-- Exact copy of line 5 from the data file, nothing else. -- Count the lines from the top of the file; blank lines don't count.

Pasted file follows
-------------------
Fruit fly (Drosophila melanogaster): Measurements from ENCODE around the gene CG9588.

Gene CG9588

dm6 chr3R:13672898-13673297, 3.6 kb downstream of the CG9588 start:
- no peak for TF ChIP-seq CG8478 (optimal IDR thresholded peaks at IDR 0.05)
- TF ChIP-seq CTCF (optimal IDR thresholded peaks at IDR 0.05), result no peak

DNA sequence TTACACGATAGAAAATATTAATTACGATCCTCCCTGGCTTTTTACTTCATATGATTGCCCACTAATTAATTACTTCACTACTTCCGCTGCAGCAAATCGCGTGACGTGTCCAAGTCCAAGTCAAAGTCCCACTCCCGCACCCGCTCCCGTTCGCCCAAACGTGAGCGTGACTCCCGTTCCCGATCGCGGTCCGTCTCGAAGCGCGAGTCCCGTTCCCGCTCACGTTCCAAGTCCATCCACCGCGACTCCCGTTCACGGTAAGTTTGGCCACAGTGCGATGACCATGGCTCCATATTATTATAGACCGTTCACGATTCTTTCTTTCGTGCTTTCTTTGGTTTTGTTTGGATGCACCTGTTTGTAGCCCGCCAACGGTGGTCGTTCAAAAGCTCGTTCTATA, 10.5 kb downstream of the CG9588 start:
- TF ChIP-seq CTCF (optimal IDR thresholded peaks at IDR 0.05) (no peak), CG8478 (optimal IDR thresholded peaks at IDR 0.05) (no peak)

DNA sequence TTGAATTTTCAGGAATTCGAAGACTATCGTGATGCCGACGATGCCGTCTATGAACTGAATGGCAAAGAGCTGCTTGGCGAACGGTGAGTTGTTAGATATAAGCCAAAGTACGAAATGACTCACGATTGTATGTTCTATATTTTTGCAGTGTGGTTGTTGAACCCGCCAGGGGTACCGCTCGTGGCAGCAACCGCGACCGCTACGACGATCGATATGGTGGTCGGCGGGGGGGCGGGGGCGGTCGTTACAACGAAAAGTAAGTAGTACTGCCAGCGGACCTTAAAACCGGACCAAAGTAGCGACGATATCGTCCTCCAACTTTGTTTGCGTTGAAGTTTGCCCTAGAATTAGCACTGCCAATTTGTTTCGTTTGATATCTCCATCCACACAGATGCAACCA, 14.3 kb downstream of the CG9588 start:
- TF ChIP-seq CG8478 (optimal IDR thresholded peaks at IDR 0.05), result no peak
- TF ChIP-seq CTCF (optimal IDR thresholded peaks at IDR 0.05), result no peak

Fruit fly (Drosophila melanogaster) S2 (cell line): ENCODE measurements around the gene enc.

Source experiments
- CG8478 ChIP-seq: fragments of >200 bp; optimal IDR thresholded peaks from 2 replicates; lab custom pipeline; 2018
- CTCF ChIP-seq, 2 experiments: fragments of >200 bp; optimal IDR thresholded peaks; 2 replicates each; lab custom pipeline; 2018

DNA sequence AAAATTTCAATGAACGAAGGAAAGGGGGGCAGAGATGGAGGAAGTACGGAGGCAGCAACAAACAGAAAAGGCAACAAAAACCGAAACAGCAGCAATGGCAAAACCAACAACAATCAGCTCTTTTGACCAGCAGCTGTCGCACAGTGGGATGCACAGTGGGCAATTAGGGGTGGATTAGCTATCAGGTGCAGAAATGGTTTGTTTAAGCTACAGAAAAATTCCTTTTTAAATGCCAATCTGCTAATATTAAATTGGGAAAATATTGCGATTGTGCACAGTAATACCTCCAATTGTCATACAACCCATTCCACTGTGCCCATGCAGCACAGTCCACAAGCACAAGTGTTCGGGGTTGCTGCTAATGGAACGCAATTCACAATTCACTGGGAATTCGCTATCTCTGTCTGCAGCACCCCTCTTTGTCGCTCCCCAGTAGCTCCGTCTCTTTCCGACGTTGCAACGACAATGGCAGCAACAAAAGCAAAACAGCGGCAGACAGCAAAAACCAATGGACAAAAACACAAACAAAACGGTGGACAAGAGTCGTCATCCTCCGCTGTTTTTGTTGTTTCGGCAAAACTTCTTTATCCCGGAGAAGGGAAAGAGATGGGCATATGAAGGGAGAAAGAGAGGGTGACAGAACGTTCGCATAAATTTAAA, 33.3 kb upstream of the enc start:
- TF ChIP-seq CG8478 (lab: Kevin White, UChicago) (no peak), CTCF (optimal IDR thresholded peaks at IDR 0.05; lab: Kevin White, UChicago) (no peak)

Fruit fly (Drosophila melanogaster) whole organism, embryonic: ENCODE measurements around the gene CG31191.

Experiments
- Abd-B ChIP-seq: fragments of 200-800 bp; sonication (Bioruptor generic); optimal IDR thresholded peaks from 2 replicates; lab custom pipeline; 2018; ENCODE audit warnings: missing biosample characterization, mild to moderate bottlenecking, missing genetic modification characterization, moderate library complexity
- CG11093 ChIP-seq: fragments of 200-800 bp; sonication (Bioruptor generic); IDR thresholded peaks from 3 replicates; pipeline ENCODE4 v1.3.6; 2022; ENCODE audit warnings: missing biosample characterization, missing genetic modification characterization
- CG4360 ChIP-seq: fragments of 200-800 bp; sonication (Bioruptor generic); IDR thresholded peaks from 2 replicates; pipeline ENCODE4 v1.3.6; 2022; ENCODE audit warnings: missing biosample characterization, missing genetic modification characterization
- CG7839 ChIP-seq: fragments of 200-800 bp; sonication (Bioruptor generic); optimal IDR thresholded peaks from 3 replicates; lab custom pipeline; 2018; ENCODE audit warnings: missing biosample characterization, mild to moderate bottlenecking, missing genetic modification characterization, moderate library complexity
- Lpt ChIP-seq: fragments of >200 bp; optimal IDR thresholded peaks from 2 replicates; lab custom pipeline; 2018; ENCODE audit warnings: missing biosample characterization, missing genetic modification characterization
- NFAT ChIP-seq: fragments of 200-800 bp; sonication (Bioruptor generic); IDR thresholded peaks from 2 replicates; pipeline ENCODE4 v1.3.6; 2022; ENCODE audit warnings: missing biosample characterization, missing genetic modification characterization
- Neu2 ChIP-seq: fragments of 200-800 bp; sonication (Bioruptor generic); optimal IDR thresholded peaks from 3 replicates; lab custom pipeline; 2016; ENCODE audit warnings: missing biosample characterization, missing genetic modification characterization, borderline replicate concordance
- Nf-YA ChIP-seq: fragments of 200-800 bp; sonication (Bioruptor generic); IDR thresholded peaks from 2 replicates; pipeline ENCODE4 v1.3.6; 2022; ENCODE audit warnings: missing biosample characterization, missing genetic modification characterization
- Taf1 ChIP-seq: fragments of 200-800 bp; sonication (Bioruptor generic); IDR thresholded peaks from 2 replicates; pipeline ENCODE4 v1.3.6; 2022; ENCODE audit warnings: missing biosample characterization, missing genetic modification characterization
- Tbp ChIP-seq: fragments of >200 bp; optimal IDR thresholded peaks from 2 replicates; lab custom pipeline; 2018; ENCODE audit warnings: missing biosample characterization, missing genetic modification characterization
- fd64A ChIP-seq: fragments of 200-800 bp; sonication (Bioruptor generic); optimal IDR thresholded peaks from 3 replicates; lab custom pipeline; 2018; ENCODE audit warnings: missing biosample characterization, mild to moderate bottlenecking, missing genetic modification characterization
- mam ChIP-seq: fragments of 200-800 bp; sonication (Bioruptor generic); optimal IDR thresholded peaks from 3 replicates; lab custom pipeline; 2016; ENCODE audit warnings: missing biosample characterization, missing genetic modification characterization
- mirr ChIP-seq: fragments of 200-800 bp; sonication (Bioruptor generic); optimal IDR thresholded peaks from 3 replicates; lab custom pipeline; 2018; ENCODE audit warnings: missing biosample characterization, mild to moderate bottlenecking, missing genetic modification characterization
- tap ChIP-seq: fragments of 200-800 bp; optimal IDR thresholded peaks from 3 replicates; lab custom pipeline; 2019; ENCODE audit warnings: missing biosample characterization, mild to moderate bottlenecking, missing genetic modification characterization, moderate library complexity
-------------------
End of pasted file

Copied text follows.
- TF ChIP-seq CTCF (optimal IDR thresholded peaks at IDR 0.05), result no peak